Brian LePort has a good review of Quest for the Trinity at his blog NearEmmaus.com. After reading several positive reviews of Quest for the Trinity I think it is going to be my next book on the Trinity. I am a chapter from finishing The Mystery of God: The Theology for Knowing the Unknowable, which has a very good chapter on the Trinity.
As I have said before, I am increasingly convinced that the theology of the Trinity is important for the future of Evangelical theology and particularly because Evangelicals have a very short Historical Theology, we need to be reading books like the Quest for the Trinity to ground our theology in the historical church.
Here is the beginning of Brian’s review:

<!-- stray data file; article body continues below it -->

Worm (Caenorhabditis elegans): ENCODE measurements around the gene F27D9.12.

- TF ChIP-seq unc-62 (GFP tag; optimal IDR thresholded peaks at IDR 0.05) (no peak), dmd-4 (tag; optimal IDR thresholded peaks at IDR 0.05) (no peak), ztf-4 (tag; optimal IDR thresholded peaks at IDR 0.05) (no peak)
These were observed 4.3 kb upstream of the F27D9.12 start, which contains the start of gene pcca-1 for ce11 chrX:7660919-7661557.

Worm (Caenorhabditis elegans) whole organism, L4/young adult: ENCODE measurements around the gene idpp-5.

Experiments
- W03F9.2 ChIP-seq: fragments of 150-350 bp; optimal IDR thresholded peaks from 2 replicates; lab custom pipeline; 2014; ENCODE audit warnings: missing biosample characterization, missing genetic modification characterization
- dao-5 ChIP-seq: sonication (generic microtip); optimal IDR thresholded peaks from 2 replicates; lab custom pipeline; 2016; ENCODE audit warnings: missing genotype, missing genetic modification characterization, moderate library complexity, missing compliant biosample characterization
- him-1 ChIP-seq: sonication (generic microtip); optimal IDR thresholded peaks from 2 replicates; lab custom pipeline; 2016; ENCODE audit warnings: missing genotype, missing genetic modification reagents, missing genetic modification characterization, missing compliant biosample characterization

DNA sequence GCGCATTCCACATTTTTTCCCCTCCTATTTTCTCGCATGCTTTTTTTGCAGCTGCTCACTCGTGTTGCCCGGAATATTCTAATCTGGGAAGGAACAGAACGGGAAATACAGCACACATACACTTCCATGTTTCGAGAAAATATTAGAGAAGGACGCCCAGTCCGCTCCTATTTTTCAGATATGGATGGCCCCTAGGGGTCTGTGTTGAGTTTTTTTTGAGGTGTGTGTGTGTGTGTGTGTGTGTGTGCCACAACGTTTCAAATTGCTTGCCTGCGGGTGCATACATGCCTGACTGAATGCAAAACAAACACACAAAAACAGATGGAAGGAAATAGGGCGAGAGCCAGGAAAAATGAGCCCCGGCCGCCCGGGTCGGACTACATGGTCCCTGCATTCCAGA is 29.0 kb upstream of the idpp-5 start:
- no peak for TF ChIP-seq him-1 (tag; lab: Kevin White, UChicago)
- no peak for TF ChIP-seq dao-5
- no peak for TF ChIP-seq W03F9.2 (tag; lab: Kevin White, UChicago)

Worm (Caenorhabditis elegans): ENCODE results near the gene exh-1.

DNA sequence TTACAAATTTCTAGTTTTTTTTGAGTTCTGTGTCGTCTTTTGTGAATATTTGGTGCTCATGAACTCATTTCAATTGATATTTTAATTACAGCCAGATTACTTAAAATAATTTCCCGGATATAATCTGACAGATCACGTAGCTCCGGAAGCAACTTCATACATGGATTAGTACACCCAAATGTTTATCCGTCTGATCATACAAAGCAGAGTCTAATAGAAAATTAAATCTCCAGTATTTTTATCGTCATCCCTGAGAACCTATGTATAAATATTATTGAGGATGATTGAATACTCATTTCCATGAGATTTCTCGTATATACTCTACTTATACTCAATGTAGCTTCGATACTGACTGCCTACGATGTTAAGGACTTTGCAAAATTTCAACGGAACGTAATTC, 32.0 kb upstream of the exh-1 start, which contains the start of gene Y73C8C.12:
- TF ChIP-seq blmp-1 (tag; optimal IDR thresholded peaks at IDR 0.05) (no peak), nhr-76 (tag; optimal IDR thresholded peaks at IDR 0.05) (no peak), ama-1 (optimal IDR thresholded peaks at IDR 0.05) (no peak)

The doctrine of the Trinity is something I confess to be true, though I must admit that is leaves me quite perplexed at times. Readers of this blog who are familiar with my story know that I entered Christianity through a Oneness Pentecostal congregation. Oneness Pentecostals deny the doctrine of the Trinity, so my earliest formation consisted of heavy doses of anti-Trinitarian rhetoric and polemic. Later, as I began to study for myself, for a variety of reasons it became apparent to me that it was wise to talk about the Christian God using the language formulated by Christian Creeds, Councils, and important theologians over the centuries. I admit that my approach to the Trinity fits into the slogan, “faith seeking understanding”. All in all, my brain doesn’t process metaphysical matters with much precision. I enjoy pondering and meditating upon what it means for God to be God, but I am not intelligent enough to talk of the divine in new or innovative ways (or, as some might say, I am intelligent enough to not talk about the divine in new and innovative ways), so I aim to understand why Christians have spoken of God as Triune from the posture of a confessing learner.